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Against this backdrop, the March 2008 issue of F&D delves into the latest commodity boom—which, unlike past booms (in the 1970s, 1980s and 1990s) is taking place within the context of high global growth. In "Riding a Wave," the authors of a recent IMF study argue that, so far, the impact on growth and inflation has been limited—in fact, less than had been feared. But they warn that the impact on headline inflation might persist throughout 2008—even without further increases—and low- and middle-income countries that are net commodity importers might see weaker trade balances. What can be done? The study says policymakers should take steps to ensure the efficient functioning of market forces at the global level—such as allowing free trade in biofuels and incorporating emissions costs in the prices of all fuels—and move swiftly to protect the poorest.
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Of course, these energy recommendations tie in with the global push to limit greenhouse gas emissions and develop alternative fuels as evidence of global warming mounts. The UN's Intergovernmental Panel on Climate Change in December 2007 warned that in the absence of a serious effort to curb emissions, the average global temperature will rise by about 3°C by 2100 from the 1980–99 levels, and higher temperature increases are possible. Even if emissions were sharply curbed, temperatures would still go up because of the large stock of past emissions accumulated in the atmosphere.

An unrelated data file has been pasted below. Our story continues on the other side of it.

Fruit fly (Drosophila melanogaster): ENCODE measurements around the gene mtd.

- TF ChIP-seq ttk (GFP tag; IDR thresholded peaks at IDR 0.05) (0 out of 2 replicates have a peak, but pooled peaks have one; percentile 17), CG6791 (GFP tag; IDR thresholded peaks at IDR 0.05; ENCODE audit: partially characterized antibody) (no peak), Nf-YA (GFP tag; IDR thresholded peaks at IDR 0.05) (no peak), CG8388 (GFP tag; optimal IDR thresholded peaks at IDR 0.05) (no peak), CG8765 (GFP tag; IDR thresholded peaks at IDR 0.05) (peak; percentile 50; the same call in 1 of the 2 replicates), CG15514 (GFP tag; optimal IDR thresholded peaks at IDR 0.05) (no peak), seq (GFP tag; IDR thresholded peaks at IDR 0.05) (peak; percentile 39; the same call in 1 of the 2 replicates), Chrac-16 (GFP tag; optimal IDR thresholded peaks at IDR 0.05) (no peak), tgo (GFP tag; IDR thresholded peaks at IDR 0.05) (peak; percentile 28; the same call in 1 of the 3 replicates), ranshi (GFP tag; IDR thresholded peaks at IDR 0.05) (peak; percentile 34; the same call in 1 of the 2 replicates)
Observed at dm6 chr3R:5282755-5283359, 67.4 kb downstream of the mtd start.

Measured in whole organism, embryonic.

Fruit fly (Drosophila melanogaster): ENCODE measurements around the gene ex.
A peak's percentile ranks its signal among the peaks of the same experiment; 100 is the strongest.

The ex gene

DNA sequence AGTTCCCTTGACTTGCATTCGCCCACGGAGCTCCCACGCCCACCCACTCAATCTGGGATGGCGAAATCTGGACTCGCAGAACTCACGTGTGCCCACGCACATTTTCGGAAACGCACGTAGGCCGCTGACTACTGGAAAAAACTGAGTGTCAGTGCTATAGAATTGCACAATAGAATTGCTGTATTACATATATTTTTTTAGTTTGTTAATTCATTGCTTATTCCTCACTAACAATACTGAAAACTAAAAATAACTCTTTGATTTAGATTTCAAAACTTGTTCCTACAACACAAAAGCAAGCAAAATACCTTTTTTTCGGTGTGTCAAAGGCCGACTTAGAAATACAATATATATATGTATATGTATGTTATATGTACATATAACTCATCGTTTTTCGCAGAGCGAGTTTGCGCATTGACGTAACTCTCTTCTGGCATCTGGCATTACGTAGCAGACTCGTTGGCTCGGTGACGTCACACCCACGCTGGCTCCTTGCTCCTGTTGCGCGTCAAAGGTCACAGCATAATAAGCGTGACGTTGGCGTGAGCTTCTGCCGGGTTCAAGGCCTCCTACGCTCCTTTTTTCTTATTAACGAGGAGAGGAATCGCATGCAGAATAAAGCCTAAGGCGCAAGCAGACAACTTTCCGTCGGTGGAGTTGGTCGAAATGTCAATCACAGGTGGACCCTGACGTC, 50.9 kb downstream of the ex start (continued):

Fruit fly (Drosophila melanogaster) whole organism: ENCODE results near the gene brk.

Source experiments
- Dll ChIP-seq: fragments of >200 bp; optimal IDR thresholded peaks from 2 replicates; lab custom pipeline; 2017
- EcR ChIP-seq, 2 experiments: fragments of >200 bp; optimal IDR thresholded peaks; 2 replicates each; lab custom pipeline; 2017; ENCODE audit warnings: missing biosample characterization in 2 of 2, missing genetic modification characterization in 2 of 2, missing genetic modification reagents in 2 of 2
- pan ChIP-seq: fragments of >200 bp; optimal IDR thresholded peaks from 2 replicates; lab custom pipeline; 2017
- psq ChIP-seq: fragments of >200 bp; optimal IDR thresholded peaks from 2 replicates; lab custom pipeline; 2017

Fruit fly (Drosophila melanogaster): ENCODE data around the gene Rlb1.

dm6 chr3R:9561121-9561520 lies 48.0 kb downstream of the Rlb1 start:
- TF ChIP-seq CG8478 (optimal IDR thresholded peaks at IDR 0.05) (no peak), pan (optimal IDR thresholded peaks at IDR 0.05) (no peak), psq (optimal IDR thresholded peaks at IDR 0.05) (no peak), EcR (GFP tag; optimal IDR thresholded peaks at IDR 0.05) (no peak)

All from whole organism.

What will a warmer planet mean for rich and poor countries alike? F&D explores this question in a series of articles by IMF staff and outside experts, who take as their starting point the risks and uncertainties being raised by scientists. We learn that it should be possible for policymakers to address climate change without either hurting macroeconomic stability and growth or putting an undue burden on the countries least able to bear the costs of policies. We learn that there's good reason not to downplay the risks to agriculture—in fact, if steps aren't taken to curb carbon emissions, agricultural productivity will fall dramatically, especially in developing countries. We learn that financial markets are taking off in carbon permit trading, weather derivatives, and catastrophe bonds. And we learn that there are promising tools for integrating climate change responses into sustainable development strategies. Indeed, the existence of these tools should help to dispel concerns that tackling climate change might divert resources that are sorely needed to deal with more immediate development problems, such as growth and poverty.